When two tribes go to war it makes for quite an interesting background to a novel, especially if it’s set on the irascible Discworld and features sparring factions of disgruntled dwarves and tumultuous trolls. A new caste of dwarves has emerged, the Deep Downers, who have taken over many dwarven areas (underground, mostly) with their zealous religious dwarf doctrine. These attitudes are even sweeping through Ankh Morpork, largest city of The Disc, perniciously drilling its way to the core of the city dwarfs’ values. When a murder occurs in one of the shafts in highly suspicious circumstances, the City Watch, headed by jaded copper Commander Vimes, step, or perhaps saunter, assertively in to investigate. Since it’s a dwarf that has been killed, the finger of blame is immediately pointed at the trolls, their constant adversaries, raking up long-held resentments that go all the way back to a dispute in the dangerous, often contested area of Koom Valley. Deep-rooted prejudices are tested and rekindled in some, but a rising figurehead for troll rights known as Mr Shine, who is partly made of diamond, so can think a lot quicker than the average rock-based troll, seems to be bringing in a new enlightened era, which of course the Deep Downers are keen to repress and disrupt.
Vimes himself is keen to have as few disruptions as possible, seeing as how he has a young son to take care of, in particular at his story time at which he must be read the same story each day, and familial duties to make sure that he attends. This isn’t helped by the contribution of a small imp-based device that his wife has provided for him that interjects at inappropriate moments, leading to some wry, knowing comedy moments. The classic ‘bad cop, even worse cop’ tag team of Sergeant Colon and Private Nobby Nobbs do their best to assist the situation by using their initiative during an art robbery that they attempt to unravel to the best of their ability (their ability being considerably limited). Nobby’s love life also comes to the fore, when his amorous antics with Tawneee are revealed, in many laugh-out-loud incidents and escapades. The City Watch stumbles across the key to the unfolding mystery as Vimes ventures into the depths of Ankh Morpork where he follows a set of strange symbols through the mines that the Deep Downers have been digging. One of the new recruits, Salacia von Umperding, who just happens to be a vampire, accompanies him to use her formidable forensic skills to uncover some significant clues, which get gruesomely revealed, moments before a tunnel becomes flooded and they must escape to save their lives.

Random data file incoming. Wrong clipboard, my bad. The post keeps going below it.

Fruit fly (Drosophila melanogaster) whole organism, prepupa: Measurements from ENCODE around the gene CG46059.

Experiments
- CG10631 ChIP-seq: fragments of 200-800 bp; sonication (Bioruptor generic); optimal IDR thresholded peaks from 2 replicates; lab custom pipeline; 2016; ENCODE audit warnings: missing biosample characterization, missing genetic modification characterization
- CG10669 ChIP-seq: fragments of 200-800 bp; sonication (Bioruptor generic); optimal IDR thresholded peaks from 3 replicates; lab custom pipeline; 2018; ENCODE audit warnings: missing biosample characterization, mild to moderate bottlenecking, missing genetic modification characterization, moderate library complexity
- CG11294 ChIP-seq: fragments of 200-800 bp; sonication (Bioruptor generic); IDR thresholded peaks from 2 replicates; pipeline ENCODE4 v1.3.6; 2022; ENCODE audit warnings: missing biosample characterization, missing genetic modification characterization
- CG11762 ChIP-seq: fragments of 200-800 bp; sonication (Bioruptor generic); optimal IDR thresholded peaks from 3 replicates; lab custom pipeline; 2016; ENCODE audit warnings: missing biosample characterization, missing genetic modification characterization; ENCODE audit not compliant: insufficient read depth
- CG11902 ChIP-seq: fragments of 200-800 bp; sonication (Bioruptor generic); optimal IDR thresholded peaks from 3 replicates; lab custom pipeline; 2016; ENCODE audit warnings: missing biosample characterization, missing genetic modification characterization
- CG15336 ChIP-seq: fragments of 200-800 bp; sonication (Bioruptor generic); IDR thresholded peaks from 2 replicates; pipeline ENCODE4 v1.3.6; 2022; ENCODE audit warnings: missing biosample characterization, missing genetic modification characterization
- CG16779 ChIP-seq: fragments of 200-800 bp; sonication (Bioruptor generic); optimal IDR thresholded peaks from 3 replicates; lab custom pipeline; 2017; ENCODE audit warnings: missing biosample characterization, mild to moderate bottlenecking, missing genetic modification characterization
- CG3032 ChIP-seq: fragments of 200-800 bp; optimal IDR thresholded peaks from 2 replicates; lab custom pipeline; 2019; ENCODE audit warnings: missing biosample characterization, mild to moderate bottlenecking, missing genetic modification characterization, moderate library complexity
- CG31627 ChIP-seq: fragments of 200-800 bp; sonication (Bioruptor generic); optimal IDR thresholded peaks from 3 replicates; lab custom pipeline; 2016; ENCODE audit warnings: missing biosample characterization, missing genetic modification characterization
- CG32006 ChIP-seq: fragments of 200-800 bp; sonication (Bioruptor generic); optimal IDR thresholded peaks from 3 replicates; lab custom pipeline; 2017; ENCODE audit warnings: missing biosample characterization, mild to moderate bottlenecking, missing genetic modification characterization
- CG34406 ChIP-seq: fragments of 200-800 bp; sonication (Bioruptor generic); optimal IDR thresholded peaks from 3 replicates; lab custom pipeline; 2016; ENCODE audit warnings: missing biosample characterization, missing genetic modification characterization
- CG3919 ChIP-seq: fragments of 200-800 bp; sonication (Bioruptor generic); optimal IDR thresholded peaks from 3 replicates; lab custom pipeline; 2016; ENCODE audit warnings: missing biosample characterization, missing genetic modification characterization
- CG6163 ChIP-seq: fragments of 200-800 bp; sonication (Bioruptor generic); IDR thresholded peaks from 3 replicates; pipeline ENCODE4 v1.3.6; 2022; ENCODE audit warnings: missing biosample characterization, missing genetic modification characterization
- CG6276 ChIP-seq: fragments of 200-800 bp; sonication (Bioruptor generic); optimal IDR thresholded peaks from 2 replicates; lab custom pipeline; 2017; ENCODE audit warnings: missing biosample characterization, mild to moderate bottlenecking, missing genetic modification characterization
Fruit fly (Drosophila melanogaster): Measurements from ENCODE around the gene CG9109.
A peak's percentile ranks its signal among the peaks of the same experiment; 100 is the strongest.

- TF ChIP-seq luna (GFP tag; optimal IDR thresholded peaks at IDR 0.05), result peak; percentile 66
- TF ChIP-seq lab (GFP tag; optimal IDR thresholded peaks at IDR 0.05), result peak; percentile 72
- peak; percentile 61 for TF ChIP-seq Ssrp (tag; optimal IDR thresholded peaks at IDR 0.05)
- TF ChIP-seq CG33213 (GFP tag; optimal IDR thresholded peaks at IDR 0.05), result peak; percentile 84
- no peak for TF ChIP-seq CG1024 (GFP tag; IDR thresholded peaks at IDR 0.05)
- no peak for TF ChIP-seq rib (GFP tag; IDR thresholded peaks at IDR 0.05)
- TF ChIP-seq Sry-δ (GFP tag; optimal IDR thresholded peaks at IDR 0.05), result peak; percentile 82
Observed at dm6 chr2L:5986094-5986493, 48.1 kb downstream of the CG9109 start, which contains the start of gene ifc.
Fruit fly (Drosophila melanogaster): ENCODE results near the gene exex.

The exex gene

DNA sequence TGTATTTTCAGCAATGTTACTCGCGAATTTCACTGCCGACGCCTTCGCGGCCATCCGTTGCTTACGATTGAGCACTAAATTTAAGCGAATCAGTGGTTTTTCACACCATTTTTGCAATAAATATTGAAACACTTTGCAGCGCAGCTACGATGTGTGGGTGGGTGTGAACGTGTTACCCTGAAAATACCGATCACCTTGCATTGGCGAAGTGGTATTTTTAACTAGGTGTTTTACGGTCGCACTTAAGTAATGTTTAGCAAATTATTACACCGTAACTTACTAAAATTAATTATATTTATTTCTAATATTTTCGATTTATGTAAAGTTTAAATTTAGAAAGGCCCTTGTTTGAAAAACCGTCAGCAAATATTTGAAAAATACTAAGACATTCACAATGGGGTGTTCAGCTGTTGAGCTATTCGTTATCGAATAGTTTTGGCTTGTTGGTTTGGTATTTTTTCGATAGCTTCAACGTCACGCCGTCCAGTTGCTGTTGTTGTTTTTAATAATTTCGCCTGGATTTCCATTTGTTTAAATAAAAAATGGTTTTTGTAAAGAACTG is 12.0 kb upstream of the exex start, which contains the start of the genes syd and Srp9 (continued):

The trail leads them all the way to the Koom Valley itself, where the Watch are guests of their friend Rhys Rhysson, the Low King of the dwarves, who is attempting to modernise the dwarf outlook himself. Investigations continue as the fate of the age old rift between dwarfs and trolls is freshly opened, taking Vimes and his squad on a treacherous journey that means that he almost misses his story time with his son… almost.
That’s as much of the story as we need to retell, we think. To find out the rest, you’ll have to read it yourself, which we would strongly advise that you do. It’s a gripping read, with the bullish Vimes assuredly taking the lead in this solid, highly engaging Discworld novel. The supernatural element at work is a neat conceit, and it unravels at just the right pace to give the book a fully complete, neatly increasing trajectory that feels like you’re on a water rapid ride going through a ravine. It’s a real rush, and you may even end up slightly damp afterwards (but it’s well worth it)! A sturdy addition to the Discworld collection.